Mono Lake: Fissures Atop a Hill of Ash

Just A Day, Trips

Cramped Up Mono Lake fissures inside

 

Its dry, hot, dusty, cold, windy, snowy, rainy; unforgiving.  Its big, grandiose, epic, awesome, righteous; spiritual.  The Eastern Sierra kind of rules all of California, reigning over it from the east side and laughing in the face of those in the west who think the trip is too much work; the east doesn’t want you, the east doesn’t need you, and most importantly, the east doesn’t care.
The area in and around Mono Lake is full of secret hot springs, craters, and fourteeners no one has heard of.  It boasts memories of our presence and departure through abandoned towns, mines, cave dwellings and petroglyphs.  This area tells us the story of its history through volcanic shapes and remnants.
The Fissures are a kept secret of the East side; hidden in plain view atop a hill made of volcanic ash just waiting to be explored and treasured.  They are a series of slot canyons 20-50 ft deep and 2-6 ft wide, shaped volcanically telling an intrinsic piece of the geological history of the Eastern Sierras and Mono Lake.  Finding them can be tough but is worth the short jaunt for such a massive reward.

Cramped Up Mono Lake view

Cramped Up Mono Lake vista

Cramped Up Mono Lake mountains

Cramped Up Mono Lake fissures jump

Cramped Up Mono Lake fissures inside 2

Cramped Up Mono Lake fissures inside 3

Cramped Up Mono Lake fissures above

Cramped Up Mono Lake mountains 2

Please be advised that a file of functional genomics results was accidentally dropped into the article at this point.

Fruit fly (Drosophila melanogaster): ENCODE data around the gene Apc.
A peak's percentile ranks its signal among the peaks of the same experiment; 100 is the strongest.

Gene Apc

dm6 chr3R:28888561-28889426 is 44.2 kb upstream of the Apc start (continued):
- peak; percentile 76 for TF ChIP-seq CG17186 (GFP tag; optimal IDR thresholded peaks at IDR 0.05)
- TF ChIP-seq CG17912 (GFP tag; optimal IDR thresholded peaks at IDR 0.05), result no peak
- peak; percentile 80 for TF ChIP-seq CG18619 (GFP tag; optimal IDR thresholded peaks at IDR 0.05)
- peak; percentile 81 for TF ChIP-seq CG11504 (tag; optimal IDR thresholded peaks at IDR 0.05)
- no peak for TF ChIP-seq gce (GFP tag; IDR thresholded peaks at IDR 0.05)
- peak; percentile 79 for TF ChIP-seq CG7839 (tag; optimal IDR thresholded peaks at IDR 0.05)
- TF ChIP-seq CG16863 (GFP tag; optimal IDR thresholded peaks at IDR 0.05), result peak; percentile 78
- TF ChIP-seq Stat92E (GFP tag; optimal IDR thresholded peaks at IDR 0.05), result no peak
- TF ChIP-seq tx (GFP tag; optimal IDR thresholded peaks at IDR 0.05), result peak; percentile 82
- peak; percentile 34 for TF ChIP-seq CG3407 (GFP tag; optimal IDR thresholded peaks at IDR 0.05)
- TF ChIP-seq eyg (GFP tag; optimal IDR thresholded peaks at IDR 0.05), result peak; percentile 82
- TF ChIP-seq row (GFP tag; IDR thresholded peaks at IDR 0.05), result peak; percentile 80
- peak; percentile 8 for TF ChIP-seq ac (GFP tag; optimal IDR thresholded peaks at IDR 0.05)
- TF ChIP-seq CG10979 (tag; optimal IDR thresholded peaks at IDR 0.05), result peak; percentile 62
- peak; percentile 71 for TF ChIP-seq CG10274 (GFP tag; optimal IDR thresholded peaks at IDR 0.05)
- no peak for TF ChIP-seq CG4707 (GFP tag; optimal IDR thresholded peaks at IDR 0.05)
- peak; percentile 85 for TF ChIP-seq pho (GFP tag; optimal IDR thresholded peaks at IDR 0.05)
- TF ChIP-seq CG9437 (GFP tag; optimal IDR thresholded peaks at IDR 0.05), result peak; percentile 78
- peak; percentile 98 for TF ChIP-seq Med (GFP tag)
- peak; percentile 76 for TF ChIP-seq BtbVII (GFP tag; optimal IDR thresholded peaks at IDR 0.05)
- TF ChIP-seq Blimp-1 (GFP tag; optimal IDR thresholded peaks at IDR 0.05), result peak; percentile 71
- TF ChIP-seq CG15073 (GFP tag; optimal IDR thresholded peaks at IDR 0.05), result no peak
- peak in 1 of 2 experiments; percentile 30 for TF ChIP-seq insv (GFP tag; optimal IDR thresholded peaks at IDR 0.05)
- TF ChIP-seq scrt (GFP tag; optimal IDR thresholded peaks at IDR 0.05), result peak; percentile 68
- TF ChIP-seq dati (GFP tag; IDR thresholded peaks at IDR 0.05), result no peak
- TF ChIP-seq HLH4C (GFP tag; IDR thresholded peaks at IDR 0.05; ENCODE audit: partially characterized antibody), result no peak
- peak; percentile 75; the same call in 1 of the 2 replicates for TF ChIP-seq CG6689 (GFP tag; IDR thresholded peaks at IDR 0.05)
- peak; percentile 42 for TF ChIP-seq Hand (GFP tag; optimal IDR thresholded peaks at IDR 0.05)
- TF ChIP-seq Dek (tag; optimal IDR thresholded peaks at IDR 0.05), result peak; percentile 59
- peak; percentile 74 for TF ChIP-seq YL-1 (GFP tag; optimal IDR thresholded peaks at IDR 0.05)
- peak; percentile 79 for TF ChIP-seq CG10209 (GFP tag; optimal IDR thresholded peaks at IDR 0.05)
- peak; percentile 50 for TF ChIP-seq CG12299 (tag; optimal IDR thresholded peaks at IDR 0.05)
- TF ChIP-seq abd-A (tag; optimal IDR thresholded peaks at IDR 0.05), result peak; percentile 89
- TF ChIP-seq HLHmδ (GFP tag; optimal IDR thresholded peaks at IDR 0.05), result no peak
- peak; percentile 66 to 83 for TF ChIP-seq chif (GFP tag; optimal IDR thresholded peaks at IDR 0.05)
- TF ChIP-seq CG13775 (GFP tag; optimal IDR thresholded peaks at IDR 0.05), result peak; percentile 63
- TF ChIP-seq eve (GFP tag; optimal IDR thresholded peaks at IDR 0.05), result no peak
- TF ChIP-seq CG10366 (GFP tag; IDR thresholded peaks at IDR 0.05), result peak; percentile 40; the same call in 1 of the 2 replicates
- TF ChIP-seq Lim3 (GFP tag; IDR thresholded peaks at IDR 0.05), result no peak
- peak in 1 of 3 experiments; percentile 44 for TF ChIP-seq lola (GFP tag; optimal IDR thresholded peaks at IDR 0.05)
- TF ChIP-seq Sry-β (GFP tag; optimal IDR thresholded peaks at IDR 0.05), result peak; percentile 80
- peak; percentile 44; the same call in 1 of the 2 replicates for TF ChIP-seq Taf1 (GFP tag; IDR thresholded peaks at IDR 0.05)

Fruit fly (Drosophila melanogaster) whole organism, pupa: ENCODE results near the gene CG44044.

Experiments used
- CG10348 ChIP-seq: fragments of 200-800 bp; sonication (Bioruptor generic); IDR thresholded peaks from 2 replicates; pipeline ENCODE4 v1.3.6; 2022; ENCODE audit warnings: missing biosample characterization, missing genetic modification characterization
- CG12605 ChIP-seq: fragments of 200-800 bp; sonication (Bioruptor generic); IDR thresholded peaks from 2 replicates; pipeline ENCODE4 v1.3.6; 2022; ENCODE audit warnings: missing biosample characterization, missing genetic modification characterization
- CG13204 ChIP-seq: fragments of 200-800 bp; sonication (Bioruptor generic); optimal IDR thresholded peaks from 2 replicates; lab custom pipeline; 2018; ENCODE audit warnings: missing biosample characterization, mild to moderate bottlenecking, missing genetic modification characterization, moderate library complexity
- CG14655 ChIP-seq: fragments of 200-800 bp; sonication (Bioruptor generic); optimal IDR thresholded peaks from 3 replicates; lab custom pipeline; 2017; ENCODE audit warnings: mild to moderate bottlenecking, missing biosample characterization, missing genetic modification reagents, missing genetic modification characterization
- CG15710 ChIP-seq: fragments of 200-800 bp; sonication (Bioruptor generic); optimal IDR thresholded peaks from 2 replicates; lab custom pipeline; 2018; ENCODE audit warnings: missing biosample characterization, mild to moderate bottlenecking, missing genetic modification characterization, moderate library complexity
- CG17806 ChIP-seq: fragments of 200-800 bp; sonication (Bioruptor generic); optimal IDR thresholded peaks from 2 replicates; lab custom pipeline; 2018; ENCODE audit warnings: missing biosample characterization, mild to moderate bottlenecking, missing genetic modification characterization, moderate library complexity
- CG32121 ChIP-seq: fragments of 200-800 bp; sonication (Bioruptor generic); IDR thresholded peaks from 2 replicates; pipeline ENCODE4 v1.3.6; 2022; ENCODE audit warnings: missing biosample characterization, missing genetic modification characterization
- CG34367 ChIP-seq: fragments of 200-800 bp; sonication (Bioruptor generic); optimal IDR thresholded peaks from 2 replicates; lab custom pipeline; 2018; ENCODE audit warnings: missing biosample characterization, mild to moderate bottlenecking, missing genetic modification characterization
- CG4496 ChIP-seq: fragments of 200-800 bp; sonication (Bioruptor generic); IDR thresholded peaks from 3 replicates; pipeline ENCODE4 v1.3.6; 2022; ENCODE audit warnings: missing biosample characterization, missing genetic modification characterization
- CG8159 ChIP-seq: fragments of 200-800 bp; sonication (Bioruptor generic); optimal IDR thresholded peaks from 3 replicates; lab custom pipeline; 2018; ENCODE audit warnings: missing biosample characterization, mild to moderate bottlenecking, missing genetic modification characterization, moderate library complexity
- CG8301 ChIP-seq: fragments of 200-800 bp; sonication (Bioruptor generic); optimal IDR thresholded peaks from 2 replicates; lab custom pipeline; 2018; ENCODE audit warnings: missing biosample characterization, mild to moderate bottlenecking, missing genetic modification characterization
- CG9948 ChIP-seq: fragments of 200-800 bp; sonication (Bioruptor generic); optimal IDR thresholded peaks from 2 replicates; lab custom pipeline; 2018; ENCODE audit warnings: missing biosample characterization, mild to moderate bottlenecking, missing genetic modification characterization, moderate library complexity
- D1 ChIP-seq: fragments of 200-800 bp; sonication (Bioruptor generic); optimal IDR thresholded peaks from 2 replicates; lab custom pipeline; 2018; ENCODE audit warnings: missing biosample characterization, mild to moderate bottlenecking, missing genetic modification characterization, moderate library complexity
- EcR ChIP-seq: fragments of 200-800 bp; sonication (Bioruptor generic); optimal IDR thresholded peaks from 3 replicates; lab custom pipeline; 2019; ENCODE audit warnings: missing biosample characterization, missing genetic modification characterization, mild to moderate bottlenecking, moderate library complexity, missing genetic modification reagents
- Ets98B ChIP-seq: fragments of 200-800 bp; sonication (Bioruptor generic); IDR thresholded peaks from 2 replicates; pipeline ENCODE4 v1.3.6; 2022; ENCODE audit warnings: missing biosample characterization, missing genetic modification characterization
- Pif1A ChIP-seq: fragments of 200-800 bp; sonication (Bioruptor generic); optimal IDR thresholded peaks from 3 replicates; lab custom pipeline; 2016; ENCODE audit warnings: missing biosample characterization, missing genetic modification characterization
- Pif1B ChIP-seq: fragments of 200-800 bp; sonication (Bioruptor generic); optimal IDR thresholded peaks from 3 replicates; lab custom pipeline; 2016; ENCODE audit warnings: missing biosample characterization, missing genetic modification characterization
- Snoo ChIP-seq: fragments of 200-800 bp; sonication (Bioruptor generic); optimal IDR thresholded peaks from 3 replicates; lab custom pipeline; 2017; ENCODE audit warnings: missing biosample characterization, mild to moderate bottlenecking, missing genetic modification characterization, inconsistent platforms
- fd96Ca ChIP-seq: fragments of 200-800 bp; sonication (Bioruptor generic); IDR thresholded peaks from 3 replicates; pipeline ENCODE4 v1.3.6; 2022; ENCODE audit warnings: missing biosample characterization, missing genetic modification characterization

Cramped Up Mono Lake fissures plants

 

All photos taken with 35mm film on a Canon AE-1.

To Last Through the Ages

Trips

 

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Climbing up the 10,856′ Mt. Hoffman, it’s hard not to reflect on those who made it possible for us to enjoy it now.  John Muir first ascended Hoffman on July 26, 1869 nearly 150 years before us; it’s incredible to think that after the century and then some that has gone by, that what we experience can still be so similar when everything else in the world is so drastically different.
In May of 1903, John Muir and then President, Theodore Roosevelt met in the Yosemite; they rode, hiked, ate, slept, appreciated, and pontificated under the magnificent blanket of the unimpeded starry Sierra night sky.  It’s common to say that Muir gave Roosevelt a mission on this visit, a mission with which our President was familiar, but a mission at that; one of conservation.
On his journey back to Washington, President Roosevelt made a speech in Sacramento, he ended with this, “We are not building this country for a day. It is to last through the ages.”

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